Throughout the day I also keep track of all the emails I get from the Regulatory Board of which I am the chair.  I can’t deal with the emails that arise when I am working, since that would be frowned upon, even though what I do on the Board is officially State business, and I am a State employee.  I understand the reasoning for this.

I typically get 10-20 emails from the Regulatory Board office each day.  I take care of them in the evening when I get home from work. There was a flurry of activity this morning, and then, blessed quiet this afternoon. I figured out that our Board secretary is taking a four day weekend to go camping.  What a relief!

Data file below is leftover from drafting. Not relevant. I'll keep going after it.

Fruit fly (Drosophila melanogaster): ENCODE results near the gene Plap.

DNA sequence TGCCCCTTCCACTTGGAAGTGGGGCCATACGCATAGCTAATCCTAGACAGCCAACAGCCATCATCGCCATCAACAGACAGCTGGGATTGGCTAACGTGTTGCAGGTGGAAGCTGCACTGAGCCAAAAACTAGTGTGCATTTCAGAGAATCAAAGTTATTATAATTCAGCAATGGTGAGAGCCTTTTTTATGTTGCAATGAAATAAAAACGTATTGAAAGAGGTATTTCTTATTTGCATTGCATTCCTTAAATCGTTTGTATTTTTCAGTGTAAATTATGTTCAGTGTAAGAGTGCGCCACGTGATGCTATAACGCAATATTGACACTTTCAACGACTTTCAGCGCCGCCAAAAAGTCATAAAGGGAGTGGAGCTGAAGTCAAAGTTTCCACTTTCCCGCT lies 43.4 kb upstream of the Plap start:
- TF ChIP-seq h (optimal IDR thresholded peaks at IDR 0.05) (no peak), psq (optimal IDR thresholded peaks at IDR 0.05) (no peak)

I wish I were not so tied to my technology. As I read what I just wrote, I can’t believe I do all the things I just described. This just can’t be healthy!

How tied are you to technology? How do you set limits on it and on yourself?

Will You Be My Neighbor?

We have a small four year college in our town that is part of the ND University system. It is traditionally a teachers college, and also has a good business  administration department.   I was excited to see one of the new business faculty is a native of Bangladesh, and brings a family history of an uncle who is the 2006 Nobel Peace Prize Laureate who created the Grameen Bank, which provides small loans for people in Bangladesh to start their own businesses.  The nephew brings the same sort of social responsibility to his class room, and I am really glad we have in increasingly diverse community.  His philosophy is that  you create business to solve social problems, unlike traditional businesses which are exclusively profit-oriented.